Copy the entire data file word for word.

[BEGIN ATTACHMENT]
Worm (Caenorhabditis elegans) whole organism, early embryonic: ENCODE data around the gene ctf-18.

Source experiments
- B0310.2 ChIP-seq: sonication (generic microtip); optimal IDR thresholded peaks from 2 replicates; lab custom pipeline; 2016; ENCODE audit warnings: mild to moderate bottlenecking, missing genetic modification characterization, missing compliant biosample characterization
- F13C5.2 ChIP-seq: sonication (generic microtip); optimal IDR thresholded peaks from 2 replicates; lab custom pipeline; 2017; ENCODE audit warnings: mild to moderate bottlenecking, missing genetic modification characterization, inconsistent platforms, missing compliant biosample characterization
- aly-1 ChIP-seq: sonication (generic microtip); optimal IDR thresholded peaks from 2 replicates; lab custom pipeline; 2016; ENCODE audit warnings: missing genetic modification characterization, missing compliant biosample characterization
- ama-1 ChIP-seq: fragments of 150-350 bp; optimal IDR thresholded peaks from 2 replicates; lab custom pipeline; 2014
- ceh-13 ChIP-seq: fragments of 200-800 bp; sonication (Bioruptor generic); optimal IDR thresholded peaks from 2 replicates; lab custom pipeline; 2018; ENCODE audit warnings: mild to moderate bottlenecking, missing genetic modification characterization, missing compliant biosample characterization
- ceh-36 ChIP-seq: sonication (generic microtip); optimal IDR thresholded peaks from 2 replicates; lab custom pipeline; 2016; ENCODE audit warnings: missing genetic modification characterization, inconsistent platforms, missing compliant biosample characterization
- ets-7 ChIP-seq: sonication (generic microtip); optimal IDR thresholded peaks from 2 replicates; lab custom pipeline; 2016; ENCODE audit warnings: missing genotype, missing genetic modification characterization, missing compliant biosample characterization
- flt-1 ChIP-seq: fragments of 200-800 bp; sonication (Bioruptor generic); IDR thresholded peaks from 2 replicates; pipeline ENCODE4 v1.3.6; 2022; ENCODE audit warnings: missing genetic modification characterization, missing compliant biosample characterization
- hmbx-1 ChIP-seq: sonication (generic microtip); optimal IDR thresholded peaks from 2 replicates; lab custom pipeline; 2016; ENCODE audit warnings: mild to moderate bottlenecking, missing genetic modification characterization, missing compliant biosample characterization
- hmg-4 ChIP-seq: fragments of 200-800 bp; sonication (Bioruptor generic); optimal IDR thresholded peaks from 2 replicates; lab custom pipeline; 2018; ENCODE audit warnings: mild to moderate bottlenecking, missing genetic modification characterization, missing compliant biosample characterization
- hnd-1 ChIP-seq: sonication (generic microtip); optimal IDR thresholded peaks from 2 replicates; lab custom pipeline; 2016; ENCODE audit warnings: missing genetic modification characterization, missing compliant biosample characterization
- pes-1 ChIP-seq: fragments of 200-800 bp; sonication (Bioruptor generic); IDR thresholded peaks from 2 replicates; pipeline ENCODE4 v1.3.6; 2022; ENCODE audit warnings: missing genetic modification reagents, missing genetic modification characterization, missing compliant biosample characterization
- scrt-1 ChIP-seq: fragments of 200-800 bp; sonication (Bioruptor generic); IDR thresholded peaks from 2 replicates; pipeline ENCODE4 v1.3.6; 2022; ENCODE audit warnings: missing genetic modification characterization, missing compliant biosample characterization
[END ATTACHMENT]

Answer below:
Worm (Caenorhabditis elegans) whole organism, early embryonic: ENCODE data around the gene ctf-18.

Source experiments
- B0310.2 ChIP-seq: sonication (generic microtip); optimal IDR thresholded peaks from 2 replicates; lab custom pipeline; 2016; ENCODE audit warnings: mild to moderate bottlenecking, missing genetic modification characterization, missing compliant biosample characterization
- F13C5.2 ChIP-seq: sonication (generic microtip); optimal IDR thresholded peaks from 2 replicates; lab custom pipeline; 2017; ENCODE audit warnings: mild to moderate bottlenecking, missing genetic modification characterization, inconsistent platforms, missing compliant biosample characterization
- aly-1 ChIP-seq: sonication (generic microtip); optimal IDR thresholded peaks from 2 replicates; lab custom pipeline; 2016; ENCODE audit warnings: missing genetic modification characterization, missing compliant biosample characterization
- ama-1 ChIP-seq: fragments of 150-350 bp; optimal IDR thresholded peaks from 2 replicates; lab custom pipeline; 2014
- ceh-13 ChIP-seq: fragments of 200-800 bp; sonication (Bioruptor generic); optimal IDR thresholded peaks from 2 replicates; lab custom pipeline; 2018; ENCODE audit warnings: mild to moderate bottlenecking, missing genetic modification characterization, missing compliant biosample characterization
- ceh-36 ChIP-seq: sonication (generic microtip); optimal IDR thresholded peaks from 2 replicates; lab custom pipeline; 2016; ENCODE audit warnings: missing genetic modification characterization, inconsistent platforms, missing compliant biosample characterization
- ets-7 ChIP-seq: sonication (generic microtip); optimal IDR thresholded peaks from 2 replicates; lab custom pipeline; 2016; ENCODE audit warnings: missing genotype, missing genetic modification characterization, missing compliant biosample characterization
- flt-1 ChIP-seq: fragments of 200-800 bp; sonication (Bioruptor generic); IDR thresholded peaks from 2 replicates; pipeline ENCODE4 v1.3.6; 2022; ENCODE audit warnings: missing genetic modification characterization, missing compliant biosample characterization
- hmbx-1 ChIP-seq: sonication (generic microtip); optimal IDR thresholded peaks from 2 replicates; lab custom pipeline; 2016; ENCODE audit warnings: mild to moderate bottlenecking, missing genetic modification characterization, missing compliant biosample characterization
- hmg-4 ChIP-seq: fragments of 200-800 bp; sonication (Bioruptor generic); optimal IDR thresholded peaks from 2 replicates; lab custom pipeline; 2018; ENCODE audit warnings: mild to moderate bottlenecking, missing genetic modification characterization, missing compliant biosample characterization
- hnd-1 ChIP-seq: sonication (generic microtip); optimal IDR thresholded peaks from 2 replicates; lab custom pipeline; 2016; ENCODE audit warnings: missing genetic modification characterization, missing compliant biosample characterization
- pes-1 ChIP-seq: fragments of 200-800 bp; sonication (Bioruptor generic); IDR thresholded peaks from 2 replicates; pipeline ENCODE4 v1.3.6; 2022; ENCODE audit warnings: missing genetic modification reagents, missing genetic modification characterization, missing compliant biosample characterization
- scrt-1 ChIP-seq: fragments of 200-800 bp; sonication (Bioruptor generic); IDR thresholded peaks from 2 replicates; pipeline ENCODE4 v1.3.6; 2022; ENCODE audit warnings: missing genetic modification characterization, missing compliant biosample characterization